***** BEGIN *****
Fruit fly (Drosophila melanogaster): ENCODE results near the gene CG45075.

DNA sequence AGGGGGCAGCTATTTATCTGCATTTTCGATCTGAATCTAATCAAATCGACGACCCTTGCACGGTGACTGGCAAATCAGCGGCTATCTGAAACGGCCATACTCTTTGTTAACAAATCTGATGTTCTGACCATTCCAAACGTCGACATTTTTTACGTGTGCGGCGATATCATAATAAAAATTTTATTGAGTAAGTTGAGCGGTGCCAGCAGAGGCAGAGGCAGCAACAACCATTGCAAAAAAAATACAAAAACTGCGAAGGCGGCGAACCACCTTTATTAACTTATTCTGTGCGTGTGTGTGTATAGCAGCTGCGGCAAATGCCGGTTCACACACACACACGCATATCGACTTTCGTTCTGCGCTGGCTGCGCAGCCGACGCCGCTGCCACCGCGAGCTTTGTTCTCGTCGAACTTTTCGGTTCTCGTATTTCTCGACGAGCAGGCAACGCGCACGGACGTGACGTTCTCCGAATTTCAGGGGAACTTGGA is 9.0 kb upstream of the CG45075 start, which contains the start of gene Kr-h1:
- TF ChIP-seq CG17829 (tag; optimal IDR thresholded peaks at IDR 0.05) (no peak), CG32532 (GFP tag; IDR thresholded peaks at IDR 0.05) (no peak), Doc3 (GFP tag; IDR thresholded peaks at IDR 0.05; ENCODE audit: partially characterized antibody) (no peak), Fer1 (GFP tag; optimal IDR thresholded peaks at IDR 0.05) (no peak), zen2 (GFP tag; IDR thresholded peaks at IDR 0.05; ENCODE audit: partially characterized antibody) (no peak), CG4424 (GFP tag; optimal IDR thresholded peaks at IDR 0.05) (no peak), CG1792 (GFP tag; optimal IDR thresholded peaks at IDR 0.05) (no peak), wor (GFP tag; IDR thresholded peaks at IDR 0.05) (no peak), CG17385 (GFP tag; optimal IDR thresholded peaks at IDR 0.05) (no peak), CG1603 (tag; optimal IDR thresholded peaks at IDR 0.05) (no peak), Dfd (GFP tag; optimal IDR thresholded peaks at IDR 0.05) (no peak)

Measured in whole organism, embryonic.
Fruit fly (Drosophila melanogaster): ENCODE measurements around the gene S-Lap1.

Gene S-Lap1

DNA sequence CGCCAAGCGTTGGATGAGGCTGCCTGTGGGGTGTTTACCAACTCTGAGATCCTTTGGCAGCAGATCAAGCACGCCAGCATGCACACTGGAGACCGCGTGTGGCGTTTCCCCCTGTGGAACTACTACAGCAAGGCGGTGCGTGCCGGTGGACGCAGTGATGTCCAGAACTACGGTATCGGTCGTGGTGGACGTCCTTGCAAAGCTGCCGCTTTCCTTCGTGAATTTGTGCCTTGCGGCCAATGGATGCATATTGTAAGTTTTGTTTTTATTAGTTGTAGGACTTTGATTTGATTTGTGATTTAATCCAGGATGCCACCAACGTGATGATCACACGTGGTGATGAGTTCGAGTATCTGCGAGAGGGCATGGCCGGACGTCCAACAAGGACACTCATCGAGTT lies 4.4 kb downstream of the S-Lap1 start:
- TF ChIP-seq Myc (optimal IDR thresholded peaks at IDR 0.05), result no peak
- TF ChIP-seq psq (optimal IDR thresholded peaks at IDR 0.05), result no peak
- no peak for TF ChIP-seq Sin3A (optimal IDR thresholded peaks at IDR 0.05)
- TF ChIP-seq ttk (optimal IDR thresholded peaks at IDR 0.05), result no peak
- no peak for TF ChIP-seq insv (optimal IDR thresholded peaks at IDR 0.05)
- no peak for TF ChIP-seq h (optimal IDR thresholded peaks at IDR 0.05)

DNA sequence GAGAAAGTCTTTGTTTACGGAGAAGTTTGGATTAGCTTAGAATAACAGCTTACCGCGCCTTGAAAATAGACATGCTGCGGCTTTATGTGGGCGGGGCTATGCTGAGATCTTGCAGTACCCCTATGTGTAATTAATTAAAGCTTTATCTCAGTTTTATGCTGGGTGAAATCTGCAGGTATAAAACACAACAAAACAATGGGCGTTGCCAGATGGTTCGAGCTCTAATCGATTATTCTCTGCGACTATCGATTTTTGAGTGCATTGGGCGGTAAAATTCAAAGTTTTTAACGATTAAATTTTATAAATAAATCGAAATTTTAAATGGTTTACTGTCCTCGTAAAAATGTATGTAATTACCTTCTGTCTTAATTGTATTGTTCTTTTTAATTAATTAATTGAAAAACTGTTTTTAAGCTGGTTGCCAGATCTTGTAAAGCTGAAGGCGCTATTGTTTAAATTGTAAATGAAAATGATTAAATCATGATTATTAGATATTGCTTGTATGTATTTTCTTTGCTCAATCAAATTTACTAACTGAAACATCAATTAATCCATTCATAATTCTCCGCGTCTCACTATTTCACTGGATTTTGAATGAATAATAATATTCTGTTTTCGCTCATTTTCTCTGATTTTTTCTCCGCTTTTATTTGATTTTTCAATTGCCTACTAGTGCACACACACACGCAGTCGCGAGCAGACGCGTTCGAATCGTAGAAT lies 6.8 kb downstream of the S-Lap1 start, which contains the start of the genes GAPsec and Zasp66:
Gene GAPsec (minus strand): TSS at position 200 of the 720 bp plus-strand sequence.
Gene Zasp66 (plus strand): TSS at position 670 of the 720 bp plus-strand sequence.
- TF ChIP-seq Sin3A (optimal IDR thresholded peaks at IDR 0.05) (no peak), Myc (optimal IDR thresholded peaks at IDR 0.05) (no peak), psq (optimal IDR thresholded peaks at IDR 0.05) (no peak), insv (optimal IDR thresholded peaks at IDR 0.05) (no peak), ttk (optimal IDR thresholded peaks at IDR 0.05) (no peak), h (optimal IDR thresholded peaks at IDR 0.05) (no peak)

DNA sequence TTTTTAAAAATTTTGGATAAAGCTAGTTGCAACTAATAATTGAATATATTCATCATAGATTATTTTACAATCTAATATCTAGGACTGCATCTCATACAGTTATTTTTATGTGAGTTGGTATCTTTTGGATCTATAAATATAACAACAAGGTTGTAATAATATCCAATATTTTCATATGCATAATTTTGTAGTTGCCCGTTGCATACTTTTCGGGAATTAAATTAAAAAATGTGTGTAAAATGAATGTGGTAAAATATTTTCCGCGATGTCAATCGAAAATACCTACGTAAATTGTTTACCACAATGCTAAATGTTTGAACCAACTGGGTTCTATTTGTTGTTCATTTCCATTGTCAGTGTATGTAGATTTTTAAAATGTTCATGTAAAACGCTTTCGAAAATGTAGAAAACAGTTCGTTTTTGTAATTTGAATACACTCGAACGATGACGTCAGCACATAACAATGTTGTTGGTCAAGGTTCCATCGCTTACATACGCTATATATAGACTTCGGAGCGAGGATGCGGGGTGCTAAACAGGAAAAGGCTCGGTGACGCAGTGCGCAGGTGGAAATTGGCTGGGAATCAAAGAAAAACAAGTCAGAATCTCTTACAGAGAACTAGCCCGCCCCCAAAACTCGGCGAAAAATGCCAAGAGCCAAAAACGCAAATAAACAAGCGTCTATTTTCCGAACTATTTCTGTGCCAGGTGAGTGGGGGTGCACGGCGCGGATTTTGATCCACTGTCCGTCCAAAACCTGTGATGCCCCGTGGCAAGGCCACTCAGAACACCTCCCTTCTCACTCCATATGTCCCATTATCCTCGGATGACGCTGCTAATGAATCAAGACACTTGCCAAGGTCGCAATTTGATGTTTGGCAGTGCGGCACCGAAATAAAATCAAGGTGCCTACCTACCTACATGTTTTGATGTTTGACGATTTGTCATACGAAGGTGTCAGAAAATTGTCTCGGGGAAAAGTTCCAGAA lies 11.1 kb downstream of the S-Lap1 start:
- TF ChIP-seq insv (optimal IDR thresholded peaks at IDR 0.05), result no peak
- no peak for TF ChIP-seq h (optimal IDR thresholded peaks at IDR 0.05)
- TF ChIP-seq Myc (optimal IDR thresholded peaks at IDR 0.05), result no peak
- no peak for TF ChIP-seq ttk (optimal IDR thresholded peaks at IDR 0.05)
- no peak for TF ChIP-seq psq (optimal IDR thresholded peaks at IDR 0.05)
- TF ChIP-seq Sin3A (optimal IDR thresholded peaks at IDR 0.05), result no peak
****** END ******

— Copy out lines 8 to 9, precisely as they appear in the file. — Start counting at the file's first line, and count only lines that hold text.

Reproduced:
- TF ChIP-seq Myc (optimal IDR thresholded peaks at IDR 0.05), result no peak
- TF ChIP-seq psq (optimal IDR thresholded peaks at IDR 0.05), result no peak